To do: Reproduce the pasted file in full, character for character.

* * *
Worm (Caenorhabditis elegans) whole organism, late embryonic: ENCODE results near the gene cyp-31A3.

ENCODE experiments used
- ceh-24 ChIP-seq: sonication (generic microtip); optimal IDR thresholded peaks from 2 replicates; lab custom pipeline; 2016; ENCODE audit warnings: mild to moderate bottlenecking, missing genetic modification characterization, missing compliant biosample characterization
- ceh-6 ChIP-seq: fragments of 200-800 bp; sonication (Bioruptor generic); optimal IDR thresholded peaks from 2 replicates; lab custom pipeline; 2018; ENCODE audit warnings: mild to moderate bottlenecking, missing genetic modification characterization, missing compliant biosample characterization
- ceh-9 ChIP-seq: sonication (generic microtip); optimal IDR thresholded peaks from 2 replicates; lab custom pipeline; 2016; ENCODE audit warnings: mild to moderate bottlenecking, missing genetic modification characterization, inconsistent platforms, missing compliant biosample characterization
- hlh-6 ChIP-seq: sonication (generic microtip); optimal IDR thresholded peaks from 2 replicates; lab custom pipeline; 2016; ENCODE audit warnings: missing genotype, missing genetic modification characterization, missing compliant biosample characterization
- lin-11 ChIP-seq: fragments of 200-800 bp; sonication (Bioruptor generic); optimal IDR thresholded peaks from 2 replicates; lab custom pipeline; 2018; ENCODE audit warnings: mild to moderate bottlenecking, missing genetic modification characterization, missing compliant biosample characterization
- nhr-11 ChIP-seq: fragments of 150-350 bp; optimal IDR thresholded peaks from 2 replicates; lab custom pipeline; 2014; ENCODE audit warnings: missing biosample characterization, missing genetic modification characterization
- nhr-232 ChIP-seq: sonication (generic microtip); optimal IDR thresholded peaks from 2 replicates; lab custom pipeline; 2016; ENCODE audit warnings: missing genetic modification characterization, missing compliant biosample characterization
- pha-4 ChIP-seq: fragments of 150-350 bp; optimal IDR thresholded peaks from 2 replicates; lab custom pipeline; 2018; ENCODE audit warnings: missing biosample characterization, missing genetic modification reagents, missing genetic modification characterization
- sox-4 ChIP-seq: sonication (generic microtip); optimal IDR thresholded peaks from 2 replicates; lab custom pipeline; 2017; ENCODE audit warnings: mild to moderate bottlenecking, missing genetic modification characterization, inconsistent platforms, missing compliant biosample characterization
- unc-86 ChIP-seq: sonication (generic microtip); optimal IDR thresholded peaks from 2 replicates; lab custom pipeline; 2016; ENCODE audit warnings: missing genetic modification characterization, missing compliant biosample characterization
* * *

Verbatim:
Worm (Caenorhabditis elegans) whole organism, late embryonic: ENCODE results near the gene cyp-31A3.

ENCODE experiments used
- ceh-24 ChIP-seq: sonication (generic microtip); optimal IDR thresholded peaks from 2 replicates; lab custom pipeline; 2016; ENCODE audit warnings: mild to moderate bottlenecking, missing genetic modification characterization, missing compliant biosample characterization
- ceh-6 ChIP-seq: fragments of 200-800 bp; sonication (Bioruptor generic); optimal IDR thresholded peaks from 2 replicates; lab custom pipeline; 2018; ENCODE audit warnings: mild to moderate bottlenecking, missing genetic modification characterization, missing compliant biosample characterization
- ceh-9 ChIP-seq: sonication (generic microtip); optimal IDR thresholded peaks from 2 replicates; lab custom pipeline; 2016; ENCODE audit warnings: mild to moderate bottlenecking, missing genetic modification characterization, inconsistent platforms, missing compliant biosample characterization
- hlh-6 ChIP-seq: sonication (generic microtip); optimal IDR thresholded peaks from 2 replicates; lab custom pipeline; 2016; ENCODE audit warnings: missing genotype, missing genetic modification characterization, missing compliant biosample characterization
- lin-11 ChIP-seq: fragments of 200-800 bp; sonication (Bioruptor generic); optimal IDR thresholded peaks from 2 replicates; lab custom pipeline; 2018; ENCODE audit warnings: mild to moderate bottlenecking, missing genetic modification characterization, missing compliant biosample characterization
- nhr-11 ChIP-seq: fragments of 150-350 bp; optimal IDR thresholded peaks from 2 replicates; lab custom pipeline; 2014; ENCODE audit warnings: missing biosample characterization, missing genetic modification characterization
- nhr-232 ChIP-seq: sonication (generic microtip); optimal IDR thresholded peaks from 2 replicates; lab custom pipeline; 2016; ENCODE audit warnings: missing genetic modification characterization, missing compliant biosample characterization
- pha-4 ChIP-seq: fragments of 150-350 bp; optimal IDR thresholded peaks from 2 replicates; lab custom pipeline; 2018; ENCODE audit warnings: missing biosample characterization, missing genetic modification reagents, missing genetic modification characterization
- sox-4 ChIP-seq: sonication (generic microtip); optimal IDR thresholded peaks from 2 replicates; lab custom pipeline; 2017; ENCODE audit warnings: mild to moderate bottlenecking, missing genetic modification characterization, inconsistent platforms, missing compliant biosample characterization
- unc-86 ChIP-seq: sonication (generic microtip); optimal IDR thresholded peaks from 2 replicates; lab custom pipeline; 2016; ENCODE audit warnings: missing genetic modification characterization, missing compliant biosample characterization